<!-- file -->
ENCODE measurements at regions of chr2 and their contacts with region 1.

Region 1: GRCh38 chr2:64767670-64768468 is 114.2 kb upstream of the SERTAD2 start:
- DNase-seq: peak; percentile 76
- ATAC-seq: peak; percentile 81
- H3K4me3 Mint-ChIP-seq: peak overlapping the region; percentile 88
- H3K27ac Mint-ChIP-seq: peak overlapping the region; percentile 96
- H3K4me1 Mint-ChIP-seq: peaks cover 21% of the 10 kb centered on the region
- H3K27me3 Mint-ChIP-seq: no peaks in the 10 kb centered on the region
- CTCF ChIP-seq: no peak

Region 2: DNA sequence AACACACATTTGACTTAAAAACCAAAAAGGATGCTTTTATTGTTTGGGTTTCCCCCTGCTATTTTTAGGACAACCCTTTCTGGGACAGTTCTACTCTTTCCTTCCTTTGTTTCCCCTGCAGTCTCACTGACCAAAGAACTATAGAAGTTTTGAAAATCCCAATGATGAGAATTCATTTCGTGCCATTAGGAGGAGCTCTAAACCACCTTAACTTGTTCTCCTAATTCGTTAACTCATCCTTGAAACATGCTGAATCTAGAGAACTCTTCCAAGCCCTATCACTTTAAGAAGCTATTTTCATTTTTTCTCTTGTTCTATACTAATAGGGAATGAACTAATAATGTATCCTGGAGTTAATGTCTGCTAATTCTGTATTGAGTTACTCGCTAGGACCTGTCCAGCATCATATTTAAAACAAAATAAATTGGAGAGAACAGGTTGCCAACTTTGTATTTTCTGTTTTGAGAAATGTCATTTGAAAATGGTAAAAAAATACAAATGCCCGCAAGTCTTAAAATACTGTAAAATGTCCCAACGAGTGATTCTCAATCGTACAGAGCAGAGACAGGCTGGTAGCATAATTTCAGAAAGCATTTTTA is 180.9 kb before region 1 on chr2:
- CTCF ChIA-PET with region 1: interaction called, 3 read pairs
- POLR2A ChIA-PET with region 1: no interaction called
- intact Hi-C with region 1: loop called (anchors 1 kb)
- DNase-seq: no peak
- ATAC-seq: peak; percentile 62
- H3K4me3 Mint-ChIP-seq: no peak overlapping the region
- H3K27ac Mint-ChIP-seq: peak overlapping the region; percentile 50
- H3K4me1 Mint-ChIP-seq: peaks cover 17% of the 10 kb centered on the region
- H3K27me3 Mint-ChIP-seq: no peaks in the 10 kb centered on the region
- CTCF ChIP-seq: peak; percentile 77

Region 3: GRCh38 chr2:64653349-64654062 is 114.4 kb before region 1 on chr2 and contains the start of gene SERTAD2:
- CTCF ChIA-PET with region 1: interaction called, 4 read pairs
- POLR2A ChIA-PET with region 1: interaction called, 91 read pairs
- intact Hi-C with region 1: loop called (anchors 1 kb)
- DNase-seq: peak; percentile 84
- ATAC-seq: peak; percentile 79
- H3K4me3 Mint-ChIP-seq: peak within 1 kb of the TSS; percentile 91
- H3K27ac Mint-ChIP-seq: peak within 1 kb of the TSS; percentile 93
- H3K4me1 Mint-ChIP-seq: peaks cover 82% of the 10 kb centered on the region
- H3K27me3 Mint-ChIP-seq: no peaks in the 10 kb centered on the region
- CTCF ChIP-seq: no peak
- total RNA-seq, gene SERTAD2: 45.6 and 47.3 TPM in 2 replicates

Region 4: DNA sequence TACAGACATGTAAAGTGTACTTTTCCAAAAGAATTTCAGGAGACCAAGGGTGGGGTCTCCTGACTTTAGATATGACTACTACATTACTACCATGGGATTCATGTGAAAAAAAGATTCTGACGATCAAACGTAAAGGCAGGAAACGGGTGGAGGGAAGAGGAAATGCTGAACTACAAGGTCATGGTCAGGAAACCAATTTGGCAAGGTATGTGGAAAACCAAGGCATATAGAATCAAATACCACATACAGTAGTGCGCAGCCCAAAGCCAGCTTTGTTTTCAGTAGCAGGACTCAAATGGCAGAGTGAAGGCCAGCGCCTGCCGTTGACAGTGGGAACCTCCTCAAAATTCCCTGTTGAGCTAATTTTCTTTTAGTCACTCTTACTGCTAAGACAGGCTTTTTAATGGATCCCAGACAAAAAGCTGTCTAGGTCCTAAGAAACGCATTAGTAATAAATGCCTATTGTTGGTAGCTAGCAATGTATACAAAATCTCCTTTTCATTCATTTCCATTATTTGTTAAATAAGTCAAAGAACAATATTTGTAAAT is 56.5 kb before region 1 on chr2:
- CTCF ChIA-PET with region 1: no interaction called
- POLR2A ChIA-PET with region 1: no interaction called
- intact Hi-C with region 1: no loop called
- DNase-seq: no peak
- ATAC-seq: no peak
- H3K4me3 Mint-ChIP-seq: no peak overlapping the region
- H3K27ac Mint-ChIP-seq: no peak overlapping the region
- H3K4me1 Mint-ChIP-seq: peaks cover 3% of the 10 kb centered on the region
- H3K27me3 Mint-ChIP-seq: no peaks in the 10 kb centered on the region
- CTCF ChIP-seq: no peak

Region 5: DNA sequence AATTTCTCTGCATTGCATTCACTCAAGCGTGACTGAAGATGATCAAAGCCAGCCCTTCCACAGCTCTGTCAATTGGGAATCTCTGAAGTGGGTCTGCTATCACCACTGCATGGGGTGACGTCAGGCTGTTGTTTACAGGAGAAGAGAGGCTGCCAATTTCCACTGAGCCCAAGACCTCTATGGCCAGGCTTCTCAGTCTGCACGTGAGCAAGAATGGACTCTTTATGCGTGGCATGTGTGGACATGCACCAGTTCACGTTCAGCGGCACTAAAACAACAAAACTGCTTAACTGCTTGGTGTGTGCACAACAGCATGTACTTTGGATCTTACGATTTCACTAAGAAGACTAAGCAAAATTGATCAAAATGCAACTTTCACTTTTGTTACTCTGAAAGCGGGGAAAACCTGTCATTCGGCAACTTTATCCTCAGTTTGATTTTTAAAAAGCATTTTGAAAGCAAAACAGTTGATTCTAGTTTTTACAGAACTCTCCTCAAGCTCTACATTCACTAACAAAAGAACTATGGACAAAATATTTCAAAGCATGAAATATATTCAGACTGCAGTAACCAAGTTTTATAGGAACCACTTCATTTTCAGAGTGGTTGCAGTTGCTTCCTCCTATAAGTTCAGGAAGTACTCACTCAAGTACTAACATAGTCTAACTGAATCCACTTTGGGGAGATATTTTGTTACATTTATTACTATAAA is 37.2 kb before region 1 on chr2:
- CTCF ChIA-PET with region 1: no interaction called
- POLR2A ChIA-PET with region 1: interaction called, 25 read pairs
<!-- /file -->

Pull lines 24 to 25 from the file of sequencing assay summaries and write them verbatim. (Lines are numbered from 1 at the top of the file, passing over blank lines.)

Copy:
- intact Hi-C with region 1: loop called (anchors 1 kb)
- DNase-seq: peak; percentile 84